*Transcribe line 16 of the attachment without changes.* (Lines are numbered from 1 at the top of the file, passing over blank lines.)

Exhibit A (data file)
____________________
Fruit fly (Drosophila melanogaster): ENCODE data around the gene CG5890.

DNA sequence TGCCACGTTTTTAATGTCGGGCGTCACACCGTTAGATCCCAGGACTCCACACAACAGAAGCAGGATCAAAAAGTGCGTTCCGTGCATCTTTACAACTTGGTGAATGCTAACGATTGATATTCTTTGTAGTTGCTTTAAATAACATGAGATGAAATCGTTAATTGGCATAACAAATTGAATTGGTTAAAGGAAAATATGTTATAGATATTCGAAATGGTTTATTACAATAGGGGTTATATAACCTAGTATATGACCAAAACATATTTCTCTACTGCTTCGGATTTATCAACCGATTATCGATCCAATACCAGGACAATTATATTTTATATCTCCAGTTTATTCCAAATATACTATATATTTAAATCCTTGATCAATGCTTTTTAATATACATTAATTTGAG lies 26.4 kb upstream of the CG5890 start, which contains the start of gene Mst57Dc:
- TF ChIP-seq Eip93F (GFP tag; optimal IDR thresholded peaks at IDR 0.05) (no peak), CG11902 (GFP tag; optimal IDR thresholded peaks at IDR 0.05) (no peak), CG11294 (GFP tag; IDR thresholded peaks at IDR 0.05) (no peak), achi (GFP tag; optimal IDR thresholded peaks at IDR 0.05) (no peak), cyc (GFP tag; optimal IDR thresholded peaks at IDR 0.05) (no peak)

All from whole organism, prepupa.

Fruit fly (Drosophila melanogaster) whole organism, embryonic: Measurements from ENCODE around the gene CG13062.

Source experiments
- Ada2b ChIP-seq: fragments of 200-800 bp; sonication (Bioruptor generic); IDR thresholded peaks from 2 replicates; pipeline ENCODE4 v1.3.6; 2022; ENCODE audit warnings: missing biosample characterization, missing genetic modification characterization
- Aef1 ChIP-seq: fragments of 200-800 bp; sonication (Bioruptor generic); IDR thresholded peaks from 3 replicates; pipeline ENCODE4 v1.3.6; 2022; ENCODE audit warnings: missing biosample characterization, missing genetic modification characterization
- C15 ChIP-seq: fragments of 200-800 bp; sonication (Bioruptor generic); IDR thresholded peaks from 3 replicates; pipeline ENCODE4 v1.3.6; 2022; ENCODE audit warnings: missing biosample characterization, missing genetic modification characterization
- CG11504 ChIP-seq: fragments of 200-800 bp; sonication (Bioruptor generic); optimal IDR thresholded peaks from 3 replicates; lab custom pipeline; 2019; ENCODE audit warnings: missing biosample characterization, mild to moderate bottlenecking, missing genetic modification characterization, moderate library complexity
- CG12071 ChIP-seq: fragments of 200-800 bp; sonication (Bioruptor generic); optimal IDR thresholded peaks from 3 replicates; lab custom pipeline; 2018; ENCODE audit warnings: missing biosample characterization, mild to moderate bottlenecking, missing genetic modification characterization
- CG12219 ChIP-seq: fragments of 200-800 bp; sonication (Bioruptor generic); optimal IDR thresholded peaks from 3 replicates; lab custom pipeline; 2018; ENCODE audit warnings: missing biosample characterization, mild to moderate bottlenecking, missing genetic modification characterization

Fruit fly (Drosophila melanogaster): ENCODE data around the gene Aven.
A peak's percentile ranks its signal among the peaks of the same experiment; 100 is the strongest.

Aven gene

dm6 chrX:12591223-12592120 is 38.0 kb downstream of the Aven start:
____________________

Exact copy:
dm6 chrX:12591223-12592120 is 38.0 kb downstream of the Aven start: